Ethics and soft boundaries between Facebook groups  and other web services

doorway used as metaphor for boundary
Is this a space I can enter?

As part of a MOOC on rhizomatic learning that performs itself in many different spaces (Facebook, P2PU, G+, Twitter and others), I am a member of an ‘open’ Facebook group.  It is endlessly fascinating, and has given me a lot of scope for reflection about back channels and the exchange of information between open and closed spaces. Of course, I say that as if a space could be categorised as open or closed:  it’s often a lot more complicated than that, acted out by technical aspects of the space and by the agency of the people who interact there. Facebook groups can be open, closed or secret, the meanings of these being laid out in the Facebook help.

See what I did there, I linked to the ‘closed’ space of Facebook, only visible to one of the 1.3 billion members of Facebook.  Now of course, we don’t know if there are that exactly many Facebook members, but let’s settle for there being a very large number of them. Facebook is not completely open from the outside but doesn’t seem very closed. For example, if I log out of Facebook and Google for “Facebook pictures dog”, I will see lots of peeks into Facebook groups that might entice me to sign up or log in.

Now I am neglecting those of you who aren’t Facebook members, and can’t see the Facebook help page .  Facebook describe the visibility of posts as:

Open Closed Secret
Who can see what members post in the group? Anyone Only members Only members

 

Yes that means that anyone who has the link to an open Facebook group post or comment, can share it inside or outside Facebook, and it can be opened by any Facebook (not just group) member.  In the case of the rhizo14 MOOC, participants who are not Facebook members are excluded from sight of posts in the Facebook group, whilst a very large number of Facebook members who have never heard of rhizo14 could check it out if you sent them the link.

Ethical dilemmas

I will sketch out a few of the ethical dilemmas I have observed in the rhizo14 Facebook group.  These are early reflections, and I would welcome your comments on this post.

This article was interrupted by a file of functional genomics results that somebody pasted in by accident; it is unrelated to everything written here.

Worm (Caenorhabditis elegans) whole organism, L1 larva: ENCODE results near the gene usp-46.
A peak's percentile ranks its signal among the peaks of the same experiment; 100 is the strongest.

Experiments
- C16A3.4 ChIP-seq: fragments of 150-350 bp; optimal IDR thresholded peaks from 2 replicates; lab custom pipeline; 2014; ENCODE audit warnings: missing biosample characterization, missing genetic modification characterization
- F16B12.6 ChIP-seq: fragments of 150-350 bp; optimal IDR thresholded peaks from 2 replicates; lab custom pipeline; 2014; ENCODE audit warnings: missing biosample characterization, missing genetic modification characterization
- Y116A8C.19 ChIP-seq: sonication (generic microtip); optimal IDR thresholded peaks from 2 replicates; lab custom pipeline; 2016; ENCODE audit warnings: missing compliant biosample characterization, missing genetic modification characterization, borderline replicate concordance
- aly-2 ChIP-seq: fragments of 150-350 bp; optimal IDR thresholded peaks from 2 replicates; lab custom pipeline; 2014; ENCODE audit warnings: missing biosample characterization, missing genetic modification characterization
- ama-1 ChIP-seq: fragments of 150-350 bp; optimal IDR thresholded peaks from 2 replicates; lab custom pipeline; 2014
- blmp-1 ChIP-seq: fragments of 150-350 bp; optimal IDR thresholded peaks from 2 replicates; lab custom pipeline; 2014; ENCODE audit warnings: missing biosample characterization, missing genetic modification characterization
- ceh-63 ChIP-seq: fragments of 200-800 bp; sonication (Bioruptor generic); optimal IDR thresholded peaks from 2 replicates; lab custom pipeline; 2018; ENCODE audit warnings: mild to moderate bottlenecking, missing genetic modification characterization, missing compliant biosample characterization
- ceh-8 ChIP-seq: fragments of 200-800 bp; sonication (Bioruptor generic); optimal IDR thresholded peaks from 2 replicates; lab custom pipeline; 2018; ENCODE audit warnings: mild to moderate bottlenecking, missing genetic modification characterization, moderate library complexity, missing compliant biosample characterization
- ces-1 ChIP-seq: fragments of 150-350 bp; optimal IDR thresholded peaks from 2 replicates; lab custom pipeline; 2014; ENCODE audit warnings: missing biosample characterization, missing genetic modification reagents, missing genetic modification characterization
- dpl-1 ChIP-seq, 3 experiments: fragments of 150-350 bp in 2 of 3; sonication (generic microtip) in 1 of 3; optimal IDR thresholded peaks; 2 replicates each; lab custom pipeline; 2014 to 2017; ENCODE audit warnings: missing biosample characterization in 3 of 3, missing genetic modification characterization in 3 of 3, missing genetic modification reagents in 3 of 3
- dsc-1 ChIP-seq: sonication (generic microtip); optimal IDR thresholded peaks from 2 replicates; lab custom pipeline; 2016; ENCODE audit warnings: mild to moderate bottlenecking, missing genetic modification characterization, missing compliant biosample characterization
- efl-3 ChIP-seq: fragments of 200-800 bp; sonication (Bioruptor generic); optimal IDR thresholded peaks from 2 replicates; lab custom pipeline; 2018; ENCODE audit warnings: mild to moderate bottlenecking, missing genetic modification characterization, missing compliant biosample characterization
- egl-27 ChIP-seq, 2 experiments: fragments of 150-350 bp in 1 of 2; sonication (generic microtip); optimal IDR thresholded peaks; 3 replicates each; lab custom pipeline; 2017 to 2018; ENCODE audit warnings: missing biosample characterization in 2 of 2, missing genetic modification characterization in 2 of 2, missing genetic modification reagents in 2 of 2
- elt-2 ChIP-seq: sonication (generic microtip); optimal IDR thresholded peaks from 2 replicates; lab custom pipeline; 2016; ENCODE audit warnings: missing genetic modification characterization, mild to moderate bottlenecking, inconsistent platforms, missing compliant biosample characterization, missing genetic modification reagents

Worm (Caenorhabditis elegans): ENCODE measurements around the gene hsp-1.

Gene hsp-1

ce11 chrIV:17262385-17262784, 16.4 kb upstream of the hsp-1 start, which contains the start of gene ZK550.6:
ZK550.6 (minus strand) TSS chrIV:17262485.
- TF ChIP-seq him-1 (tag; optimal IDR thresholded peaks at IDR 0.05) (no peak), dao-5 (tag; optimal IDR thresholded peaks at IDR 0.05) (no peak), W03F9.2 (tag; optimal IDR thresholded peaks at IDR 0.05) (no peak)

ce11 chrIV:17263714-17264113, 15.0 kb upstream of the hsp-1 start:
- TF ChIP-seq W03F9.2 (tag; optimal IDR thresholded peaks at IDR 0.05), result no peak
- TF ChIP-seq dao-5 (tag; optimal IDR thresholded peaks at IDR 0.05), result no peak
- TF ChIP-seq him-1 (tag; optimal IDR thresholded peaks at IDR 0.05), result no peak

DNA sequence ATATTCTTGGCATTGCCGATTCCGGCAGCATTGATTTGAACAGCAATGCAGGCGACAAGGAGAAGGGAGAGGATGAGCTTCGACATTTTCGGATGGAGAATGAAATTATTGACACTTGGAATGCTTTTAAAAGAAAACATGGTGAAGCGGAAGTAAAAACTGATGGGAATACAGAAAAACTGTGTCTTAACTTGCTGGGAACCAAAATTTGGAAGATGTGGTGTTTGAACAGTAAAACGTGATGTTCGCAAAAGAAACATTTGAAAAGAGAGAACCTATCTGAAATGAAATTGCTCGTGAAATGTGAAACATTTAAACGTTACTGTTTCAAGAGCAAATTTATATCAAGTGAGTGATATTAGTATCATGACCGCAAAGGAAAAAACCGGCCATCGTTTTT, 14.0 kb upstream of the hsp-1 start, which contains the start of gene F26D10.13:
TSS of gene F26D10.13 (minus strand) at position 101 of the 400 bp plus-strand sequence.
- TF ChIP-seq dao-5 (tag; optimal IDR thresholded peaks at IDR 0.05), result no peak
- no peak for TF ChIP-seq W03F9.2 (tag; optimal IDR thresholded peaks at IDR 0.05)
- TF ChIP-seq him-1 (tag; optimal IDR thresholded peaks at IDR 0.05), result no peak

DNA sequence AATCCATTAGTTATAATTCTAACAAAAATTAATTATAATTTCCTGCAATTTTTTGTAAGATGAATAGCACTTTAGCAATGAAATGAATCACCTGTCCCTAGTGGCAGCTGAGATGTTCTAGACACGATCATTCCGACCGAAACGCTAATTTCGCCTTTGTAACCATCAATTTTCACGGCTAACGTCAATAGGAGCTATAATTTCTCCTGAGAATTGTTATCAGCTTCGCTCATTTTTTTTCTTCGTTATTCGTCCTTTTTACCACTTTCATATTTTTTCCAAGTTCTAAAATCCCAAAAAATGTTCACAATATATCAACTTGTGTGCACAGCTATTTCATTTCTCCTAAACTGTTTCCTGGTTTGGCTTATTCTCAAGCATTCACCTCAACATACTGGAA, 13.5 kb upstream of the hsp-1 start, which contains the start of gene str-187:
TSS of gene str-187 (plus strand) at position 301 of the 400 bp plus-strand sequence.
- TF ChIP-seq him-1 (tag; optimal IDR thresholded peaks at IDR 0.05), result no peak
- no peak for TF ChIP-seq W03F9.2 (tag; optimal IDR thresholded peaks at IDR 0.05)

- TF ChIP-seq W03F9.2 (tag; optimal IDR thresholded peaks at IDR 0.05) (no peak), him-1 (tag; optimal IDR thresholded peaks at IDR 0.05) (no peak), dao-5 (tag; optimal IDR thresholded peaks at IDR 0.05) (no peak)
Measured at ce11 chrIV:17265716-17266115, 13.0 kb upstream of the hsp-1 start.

1. How do we behave around here?

The rhizo14 MOOC offers no explicit written norms, behavioural or otherwise, and the strapline for the FB group is “An attempt to create a feed for Rhizomatic Learning posts from around the web.” The Facebook group has become not only a site for sharing blog posts, other rhizo14 creations and links to interesting and relevant stuff, it has also become a place for demonstrations of friendship and affection by some members.  It’s clear that a number of people (significantly less than the full 240 ish membership) regard the group as a semi-private backchannel where they can expect support and sympathy for their encounters elsewhere.  What the remainder of the membership think about this is less clear.  They may be just letting it all flow past or ‘lurking’ – a behaviour that has attracted discussion in the FB group.  The implicit norms on lurking in the FB group are to some extent discernible, but the norms on other behaviours sometimes seem to be taken as read by some active members of the group.  I posited a relational approach to power early on in the rhizo14 MOOC but that is not a common view in the Facebook group where a one-dimensional view of power is more common.  We can discern a flexible approach to ‘rule-breaking’ in rhizomatic learning in the discussion around rhizomatic learning and ethics in the comments on this post so it’s unlikely that a set of ‘rules’ to govern behaviour would work on rhizo14. Teachers and moderators can model ethical behaviour, and communities usually engage with norm-building online where misunderstanding is not uncommon. Overt moderation and norm-building activities have been generally absent from rhizo14 in general and the FB group in particular.

 

  1. What does sharing mean within and beyond the rhizo14 community?

A lot of sharing goes on at rhizo14, and there is a sense that openness is a value of rhizo14. The remix culture has been very evident in rhizo14, and creativity and remix have brought a lot of pleasure.  Communities of Practice literature and others have identified the importance of the boundary in the propagation of knowledge.  The facility for stuff and people to cross boundaries presents great opportunities, but with these come tricky questions of how we share and what we do with what is shared.  A great set of ‘rules’ that has helped sharing is Creative Commons Licenses, not always enforceable but signifying intent in a sharing and use context.
opendiscusspt1 opendiscusspt2opendiscusspt3